Fort Supply

Fort Bridger wasn’t the only fort to be established in Bridger Valley. In the early days, a small fort was established to the south of Fort Bridger. Named Fort Supply, there is not much left in the area (other than a marker), but the fort has a short, rich history.

Bridger Valley as Part of the Utah Territory

Within the beautiful Bridger Valley, considered part of Utah Territory back in the early 1800s, a quaint little settlement was established by the Mormon pioneers. Its name gives evidence to one of its purposes, but Fort Supply was settled for a few different reasons.

A group of young men were sent from Salt Lake City in October 1853 to establish a place to give reprieve to and restock the westward pioneers for the last 100-mile leg of their journey to Salt Lake City. The men were also to build good relationships with the Native Americans, and to strive to gain control of ferrying on the Green River. Brigham Young was the Prophet and President of the church at that time, and he called Orson Hyde to head this colonizing project.

Mountain men were already established at Fort Bridger and running the ferries on the Green, claiming ownership by way of their intermarriage with the Shoshone Indians, who claimed the land originally. They did not take well to the Mormons coming in and trying to take over. They had already lost some business when the Great Salt Lake Valley was colonized, and now the Mormons were encroaching on their livelihood in the Bridger Valley area. Word has it that the mountain men poisoned the Indians against the Mormons, saying the “Mormons were driving the Indians off their land and taking away their rights. The mountain men were even supplying the Indians with liquor, lead, and powder, and fought for their rights to the river with their guns.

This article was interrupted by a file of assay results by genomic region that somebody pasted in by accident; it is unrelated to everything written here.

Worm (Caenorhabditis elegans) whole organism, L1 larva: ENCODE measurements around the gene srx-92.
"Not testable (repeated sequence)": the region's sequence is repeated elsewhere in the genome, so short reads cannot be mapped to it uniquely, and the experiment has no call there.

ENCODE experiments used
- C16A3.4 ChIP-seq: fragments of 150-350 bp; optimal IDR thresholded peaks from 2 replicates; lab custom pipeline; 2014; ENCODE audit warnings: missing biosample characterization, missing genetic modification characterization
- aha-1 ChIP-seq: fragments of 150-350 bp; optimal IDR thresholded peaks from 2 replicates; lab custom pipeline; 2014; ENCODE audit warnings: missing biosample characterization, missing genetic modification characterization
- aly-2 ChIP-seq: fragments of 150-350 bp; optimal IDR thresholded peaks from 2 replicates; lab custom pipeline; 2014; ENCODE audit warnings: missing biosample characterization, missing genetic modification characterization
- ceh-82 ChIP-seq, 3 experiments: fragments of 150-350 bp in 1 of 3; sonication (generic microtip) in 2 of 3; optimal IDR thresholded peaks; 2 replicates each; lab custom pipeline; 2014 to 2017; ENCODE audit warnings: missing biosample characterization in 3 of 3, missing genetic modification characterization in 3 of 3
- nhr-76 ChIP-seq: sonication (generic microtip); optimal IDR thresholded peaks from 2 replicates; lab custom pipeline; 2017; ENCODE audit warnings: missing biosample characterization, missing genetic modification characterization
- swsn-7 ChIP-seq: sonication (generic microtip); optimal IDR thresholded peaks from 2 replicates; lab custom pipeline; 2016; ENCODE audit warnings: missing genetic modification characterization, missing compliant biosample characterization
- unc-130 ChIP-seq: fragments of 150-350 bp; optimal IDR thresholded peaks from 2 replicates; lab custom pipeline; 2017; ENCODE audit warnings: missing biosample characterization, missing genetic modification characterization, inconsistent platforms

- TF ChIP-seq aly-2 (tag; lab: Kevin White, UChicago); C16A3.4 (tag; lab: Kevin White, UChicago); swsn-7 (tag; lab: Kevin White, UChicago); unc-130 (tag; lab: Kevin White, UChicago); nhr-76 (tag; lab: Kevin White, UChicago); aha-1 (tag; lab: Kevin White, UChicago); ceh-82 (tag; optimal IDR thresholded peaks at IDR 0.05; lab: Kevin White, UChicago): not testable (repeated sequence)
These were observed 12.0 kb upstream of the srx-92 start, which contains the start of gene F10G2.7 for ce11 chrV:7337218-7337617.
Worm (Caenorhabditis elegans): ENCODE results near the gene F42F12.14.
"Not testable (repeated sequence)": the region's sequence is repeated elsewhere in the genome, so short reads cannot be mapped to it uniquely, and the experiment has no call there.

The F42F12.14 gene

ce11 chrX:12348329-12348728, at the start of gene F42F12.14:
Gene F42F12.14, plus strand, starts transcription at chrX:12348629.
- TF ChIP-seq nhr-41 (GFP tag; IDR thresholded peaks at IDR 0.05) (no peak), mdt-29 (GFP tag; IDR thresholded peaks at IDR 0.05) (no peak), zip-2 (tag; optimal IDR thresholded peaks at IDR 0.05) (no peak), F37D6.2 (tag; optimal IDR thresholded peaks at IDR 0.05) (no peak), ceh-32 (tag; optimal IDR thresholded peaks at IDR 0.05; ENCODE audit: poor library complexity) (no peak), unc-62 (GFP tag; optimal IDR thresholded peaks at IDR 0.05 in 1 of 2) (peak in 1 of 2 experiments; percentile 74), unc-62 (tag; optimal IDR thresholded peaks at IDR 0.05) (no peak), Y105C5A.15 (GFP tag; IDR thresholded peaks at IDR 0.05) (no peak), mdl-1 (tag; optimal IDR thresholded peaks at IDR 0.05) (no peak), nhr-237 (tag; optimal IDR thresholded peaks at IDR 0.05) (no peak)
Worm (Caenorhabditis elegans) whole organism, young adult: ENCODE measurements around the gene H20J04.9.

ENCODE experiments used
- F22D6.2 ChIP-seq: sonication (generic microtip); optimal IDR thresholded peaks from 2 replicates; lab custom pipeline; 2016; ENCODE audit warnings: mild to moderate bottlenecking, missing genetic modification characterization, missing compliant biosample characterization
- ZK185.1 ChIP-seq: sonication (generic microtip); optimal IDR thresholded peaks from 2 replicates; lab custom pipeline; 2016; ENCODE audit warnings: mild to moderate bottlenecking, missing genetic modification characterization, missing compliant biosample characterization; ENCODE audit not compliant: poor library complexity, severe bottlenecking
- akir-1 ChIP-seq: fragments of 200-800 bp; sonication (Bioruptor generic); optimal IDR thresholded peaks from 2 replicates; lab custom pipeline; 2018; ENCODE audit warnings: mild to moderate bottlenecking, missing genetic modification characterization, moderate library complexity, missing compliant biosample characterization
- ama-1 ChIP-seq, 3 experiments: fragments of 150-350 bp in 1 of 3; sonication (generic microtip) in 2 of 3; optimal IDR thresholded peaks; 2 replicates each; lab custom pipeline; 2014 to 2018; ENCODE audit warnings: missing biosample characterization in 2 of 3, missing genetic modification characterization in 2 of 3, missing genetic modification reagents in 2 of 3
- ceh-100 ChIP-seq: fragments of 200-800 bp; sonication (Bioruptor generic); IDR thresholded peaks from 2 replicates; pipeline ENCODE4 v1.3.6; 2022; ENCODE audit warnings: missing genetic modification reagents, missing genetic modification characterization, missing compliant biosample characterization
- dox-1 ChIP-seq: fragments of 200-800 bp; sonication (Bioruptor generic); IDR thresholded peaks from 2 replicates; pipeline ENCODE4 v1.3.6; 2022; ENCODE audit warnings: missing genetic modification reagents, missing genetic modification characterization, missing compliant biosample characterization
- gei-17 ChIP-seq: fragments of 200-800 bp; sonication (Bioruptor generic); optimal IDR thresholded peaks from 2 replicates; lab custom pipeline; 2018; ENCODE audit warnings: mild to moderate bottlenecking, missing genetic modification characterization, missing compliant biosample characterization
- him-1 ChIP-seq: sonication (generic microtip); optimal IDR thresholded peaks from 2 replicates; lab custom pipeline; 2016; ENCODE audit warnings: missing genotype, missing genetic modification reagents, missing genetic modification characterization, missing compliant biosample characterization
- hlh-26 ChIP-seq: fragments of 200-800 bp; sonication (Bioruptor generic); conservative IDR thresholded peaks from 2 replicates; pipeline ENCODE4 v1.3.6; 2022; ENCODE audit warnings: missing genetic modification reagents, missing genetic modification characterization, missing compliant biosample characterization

Mountain men were even further perturbed due to the taxes being assessed on their goods by the Utah Territory. Then, the Walker War in Southern and Central Utah gave way to the banishment of any trade between whites and Indians, even in the Green River area, so the mountain men were even more upset. That did not stop them from trading, though, and a posse from Salt Lake City was formed by court order to arrest Jim Bridger.

Bridger must have gotten word of the order because when the posse arrived, he was nowhere to be found. His Indian wife claimed innocence as to his whereabouts. When the posse left in mid-October, Bridger returned only to move away a few weeks later, back to his home in Missouri.

At this time, Brigham Young also served as the Governor of Utah Territory, also known as the “State of Deseret,” and as such, signed an act that was passed by the territorial legislature that enabled the Utah Territory to control the ferry operations in the Green River Valley.

With Jim Bridger’s absence, the Mormons were able to continue their efforts. Captain and President of the first mission was John Nebeker, with John Harvey and James S. Brown as lieutenants and counselors. The dual titles gave the men power to act militarily, if need be, and as missionaries. These initial missionary efforts were geared more toward the land control and relations with the Indians and mountain men.

A second group of men were sent a month later to the Green River Valley to aid in the colonizing and missionary efforts. The location for Fort Supply had been chosen by the first group and a block house was erected within two weeks. With winter setting in, however, no planting of crops or much missionary work took place. The group was merely in survival mode. As winters in such elevations go, it was months of enduring below-freezing temperatures, howling winds, and heavy snow. During this time, however, a former mountain-man-turned Mormon and his Indian wife taught the missionaries the Shoshone language so they would be able to communicate with the Natives in due time.

Under such harsh conditions, morale declined with the missionaries and several others left the valley without permission beginning in March of 1854. Though crops were started in May, the mission was ended and all missionaries released in July of 1854. A few men volunteered to stay to harvest the crops.

A Second Attempt at Colonization